In the interest of transparency, I am posting the entire 790-word email I received Friday night from a sender purporting to be from the MOVE organization. The email arrived a week after I left a letter for MOVE matriarch Alberta Africa asking to speak with her and her teenage son, Zack, about the 10-year anniversary of the murder of his father, Africa's ex-husband, John Gilbride. The first of two columns on the case Sunday.
(Please note: This email is reprinted exactly as received, complete with typographical and grammatical errors.)
The Move Organization got your letter. How much is the gov. and the Gilbrides
paying you for this new assault on Alberta Africa and her child? You think weʼre stupid,
we know what youʼre trying to do. You think she raised her child to be alienated from
his father and his fatherʼs family, but youʼre wrong; which is no surprise, you been, and
still are wrong about a lot of things when it comes to Alberta Africa. You donʼt think itʼs
people like you, the courts and the Gilbrides whoʼs to blame for anything wrong that
would cause alienation in her child, do you? Thatʼs your typical racist, bigoted, superior
attitude, and you are a racist. You want to assume the worse when it comes to Alberta
as a mother just because sheʼs black. You ainʼt got no sense of fairness or equality: if it
ainʼt white, it ainʼt right. Right Monica?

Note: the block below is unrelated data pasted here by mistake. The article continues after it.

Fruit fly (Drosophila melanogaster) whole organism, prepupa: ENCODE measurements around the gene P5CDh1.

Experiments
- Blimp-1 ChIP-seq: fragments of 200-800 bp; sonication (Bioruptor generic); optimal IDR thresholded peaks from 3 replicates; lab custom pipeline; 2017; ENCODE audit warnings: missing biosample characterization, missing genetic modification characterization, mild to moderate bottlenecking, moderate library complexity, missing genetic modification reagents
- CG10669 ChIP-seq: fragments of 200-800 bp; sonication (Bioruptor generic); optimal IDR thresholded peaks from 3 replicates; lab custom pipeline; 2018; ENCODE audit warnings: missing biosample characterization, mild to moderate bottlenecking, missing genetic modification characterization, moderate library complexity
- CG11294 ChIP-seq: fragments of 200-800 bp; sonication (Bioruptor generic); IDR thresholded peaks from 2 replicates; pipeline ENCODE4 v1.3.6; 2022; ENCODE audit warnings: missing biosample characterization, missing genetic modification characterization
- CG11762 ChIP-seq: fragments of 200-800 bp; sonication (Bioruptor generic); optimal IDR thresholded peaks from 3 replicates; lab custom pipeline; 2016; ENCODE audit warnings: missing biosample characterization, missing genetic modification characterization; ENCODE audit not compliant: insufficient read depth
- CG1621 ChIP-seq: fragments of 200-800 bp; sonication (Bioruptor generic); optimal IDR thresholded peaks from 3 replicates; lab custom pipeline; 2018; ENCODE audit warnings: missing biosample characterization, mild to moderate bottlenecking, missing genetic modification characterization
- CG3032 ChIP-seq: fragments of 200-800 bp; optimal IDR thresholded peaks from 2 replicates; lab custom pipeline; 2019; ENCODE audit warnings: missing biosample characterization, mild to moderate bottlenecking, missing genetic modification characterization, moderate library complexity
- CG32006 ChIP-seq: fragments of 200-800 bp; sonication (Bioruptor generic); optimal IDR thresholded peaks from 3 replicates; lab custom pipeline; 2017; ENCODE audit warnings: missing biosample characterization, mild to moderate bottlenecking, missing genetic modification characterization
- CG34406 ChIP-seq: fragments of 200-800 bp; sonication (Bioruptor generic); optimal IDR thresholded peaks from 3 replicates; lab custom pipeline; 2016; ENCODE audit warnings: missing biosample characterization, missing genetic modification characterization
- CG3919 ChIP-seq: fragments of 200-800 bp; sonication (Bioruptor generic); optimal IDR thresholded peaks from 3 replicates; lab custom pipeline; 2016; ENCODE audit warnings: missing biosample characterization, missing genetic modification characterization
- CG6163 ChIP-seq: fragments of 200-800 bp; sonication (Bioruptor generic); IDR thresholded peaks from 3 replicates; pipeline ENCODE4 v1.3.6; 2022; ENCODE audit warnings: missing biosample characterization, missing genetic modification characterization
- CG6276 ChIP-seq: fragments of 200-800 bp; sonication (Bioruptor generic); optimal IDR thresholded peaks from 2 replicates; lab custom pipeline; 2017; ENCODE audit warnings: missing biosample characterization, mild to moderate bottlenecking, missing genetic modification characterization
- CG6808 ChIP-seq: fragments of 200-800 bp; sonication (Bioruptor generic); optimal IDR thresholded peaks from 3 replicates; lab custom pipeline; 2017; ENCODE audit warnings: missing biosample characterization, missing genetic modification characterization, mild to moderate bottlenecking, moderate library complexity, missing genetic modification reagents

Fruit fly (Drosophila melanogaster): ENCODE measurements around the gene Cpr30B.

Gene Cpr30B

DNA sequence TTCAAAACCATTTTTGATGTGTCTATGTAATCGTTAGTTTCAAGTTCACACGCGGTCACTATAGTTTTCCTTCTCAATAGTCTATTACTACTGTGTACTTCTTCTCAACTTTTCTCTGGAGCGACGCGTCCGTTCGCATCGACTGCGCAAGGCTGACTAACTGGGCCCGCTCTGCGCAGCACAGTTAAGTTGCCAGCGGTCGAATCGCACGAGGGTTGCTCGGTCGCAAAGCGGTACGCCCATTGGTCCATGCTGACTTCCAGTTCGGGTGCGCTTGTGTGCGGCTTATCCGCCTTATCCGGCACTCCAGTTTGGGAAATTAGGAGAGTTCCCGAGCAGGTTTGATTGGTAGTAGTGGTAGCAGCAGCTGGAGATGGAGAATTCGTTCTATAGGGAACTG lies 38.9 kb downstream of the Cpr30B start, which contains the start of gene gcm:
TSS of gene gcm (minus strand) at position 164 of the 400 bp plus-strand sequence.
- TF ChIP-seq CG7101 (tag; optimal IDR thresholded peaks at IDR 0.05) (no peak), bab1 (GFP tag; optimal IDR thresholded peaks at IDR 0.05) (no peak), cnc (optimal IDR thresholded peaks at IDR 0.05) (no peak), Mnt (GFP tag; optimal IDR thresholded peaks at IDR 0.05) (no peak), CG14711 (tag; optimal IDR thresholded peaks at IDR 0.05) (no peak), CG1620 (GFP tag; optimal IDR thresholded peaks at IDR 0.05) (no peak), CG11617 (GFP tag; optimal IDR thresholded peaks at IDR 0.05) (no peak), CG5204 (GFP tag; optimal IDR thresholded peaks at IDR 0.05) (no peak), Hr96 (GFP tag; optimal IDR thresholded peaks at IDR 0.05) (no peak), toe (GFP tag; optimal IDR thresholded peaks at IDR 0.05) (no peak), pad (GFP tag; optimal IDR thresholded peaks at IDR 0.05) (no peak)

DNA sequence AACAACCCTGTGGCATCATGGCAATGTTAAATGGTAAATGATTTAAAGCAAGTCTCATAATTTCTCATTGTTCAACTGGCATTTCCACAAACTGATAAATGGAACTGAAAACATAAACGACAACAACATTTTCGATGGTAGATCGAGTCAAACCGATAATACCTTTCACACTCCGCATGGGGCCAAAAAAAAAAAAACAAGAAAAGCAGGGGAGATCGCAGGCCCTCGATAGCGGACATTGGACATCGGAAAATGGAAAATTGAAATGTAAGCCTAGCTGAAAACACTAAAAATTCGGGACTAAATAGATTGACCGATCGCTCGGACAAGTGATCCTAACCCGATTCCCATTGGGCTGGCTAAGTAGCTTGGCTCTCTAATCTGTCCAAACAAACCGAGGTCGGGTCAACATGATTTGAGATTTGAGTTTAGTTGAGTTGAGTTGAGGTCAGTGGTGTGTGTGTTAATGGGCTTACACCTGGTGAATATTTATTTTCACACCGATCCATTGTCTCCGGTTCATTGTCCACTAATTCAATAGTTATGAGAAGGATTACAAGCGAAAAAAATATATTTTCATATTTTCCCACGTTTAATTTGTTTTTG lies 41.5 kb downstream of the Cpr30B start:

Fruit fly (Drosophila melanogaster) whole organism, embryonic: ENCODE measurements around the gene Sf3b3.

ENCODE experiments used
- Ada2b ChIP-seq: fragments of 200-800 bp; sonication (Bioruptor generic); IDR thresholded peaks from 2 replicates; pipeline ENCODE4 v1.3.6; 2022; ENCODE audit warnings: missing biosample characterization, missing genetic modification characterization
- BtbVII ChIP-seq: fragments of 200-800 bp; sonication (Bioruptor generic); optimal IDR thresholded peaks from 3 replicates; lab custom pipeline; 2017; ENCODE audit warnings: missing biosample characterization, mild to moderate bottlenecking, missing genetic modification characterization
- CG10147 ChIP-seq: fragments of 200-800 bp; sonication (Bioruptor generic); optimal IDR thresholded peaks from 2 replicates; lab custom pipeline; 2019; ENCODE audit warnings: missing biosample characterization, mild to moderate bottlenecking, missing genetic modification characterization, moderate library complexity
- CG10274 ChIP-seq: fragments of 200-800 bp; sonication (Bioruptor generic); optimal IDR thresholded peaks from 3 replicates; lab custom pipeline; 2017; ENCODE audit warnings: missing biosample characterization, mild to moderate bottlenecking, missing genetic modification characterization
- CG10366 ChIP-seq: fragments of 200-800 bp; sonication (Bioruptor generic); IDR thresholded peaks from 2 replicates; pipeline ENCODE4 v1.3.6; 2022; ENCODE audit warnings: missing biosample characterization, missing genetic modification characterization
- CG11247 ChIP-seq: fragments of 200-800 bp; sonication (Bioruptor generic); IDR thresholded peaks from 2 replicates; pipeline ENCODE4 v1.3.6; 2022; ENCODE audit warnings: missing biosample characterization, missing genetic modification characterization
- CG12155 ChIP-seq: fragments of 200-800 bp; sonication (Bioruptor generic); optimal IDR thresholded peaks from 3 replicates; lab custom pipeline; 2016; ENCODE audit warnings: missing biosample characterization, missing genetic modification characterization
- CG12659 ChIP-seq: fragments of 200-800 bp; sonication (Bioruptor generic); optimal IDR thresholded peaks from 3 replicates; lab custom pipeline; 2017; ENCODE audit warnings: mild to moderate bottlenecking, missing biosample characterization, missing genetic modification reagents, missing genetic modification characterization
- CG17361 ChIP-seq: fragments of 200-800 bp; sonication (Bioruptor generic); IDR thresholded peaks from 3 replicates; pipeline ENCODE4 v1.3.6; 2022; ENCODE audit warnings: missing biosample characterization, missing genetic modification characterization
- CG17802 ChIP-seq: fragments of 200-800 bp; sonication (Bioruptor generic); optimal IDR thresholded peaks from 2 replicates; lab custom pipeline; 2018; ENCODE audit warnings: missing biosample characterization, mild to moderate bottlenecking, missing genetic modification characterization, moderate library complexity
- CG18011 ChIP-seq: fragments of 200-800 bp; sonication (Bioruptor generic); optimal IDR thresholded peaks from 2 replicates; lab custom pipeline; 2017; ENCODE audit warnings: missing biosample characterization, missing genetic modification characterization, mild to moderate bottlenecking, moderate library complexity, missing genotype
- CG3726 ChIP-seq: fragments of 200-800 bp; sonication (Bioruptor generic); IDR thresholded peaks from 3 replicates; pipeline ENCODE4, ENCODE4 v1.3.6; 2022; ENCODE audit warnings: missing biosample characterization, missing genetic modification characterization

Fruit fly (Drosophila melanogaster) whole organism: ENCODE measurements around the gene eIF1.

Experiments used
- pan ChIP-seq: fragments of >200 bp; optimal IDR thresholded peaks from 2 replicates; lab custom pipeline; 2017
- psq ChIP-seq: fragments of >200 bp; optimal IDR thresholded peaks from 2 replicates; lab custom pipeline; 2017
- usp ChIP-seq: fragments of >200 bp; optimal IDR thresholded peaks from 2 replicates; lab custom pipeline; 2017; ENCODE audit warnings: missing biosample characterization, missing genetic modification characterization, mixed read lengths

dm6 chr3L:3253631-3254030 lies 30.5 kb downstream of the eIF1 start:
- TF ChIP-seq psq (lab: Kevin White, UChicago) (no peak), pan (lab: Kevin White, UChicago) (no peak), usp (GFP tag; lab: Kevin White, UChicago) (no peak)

Sometimes, Blinq needs to refer readers elsewhere for edification. Today is one of those days, so I'll be sending you briefly to the Star-Ledger of Newark to peruse this must-read by my columizing colleague, Tom Moran.
If only our papers could have paired Moran's piece, about New Jersey Gov. Chris Christie risking his ethics-enforcing rep on an Essex County mover-shaker with my Sunday column lamenting the virtual silence in both states on matters of electoral reform.
In my piece, I point out that Christie made his name on cleaning up Garden State politics, but hasn't been as focused on the issue since he took the state's highest office. Moran, meanwhile, shows that the governor has chosen to stand by Essex County mahoff Joe DiVincenzo, a walking, talking, Super Bowl trip-taking example of the double-dipping and high-on-the-hog living voters (and Christie) supposedly abhor.
On Tuesday morning, one seller had 71 bids for two tickets that went up to an astonishing $98,100 before -- poof! -- vanishing from the site.
A seller identified as "gopsuone" sold two tickets for $500 for 3rd Row!!!!!" for Thursday's 2 p.m. public memorial service at Bryce Jordan Center in Happy Valley.
My mother always told me never to speak ill of the dead, but surely there's an exception for dictators named Il?
I speak of North Koren President Kim Jong Il, forever frozen in my mind as a maniacal marionette thanks to Matt Stone and Trey Parker, the twisted geniuses behind the proudly profane movie, Team America: World Police. Rare is the vicious despot who earns a place in pop culture in life and in death. Must have been the hair?
Most of the tiny tyrant's lines in this side-splitting film are way too foul to put on a work blog. So Blinq will settle for the villain's classic woe's me song, "So Lonely," perfect for those who seek to put their mourning to music.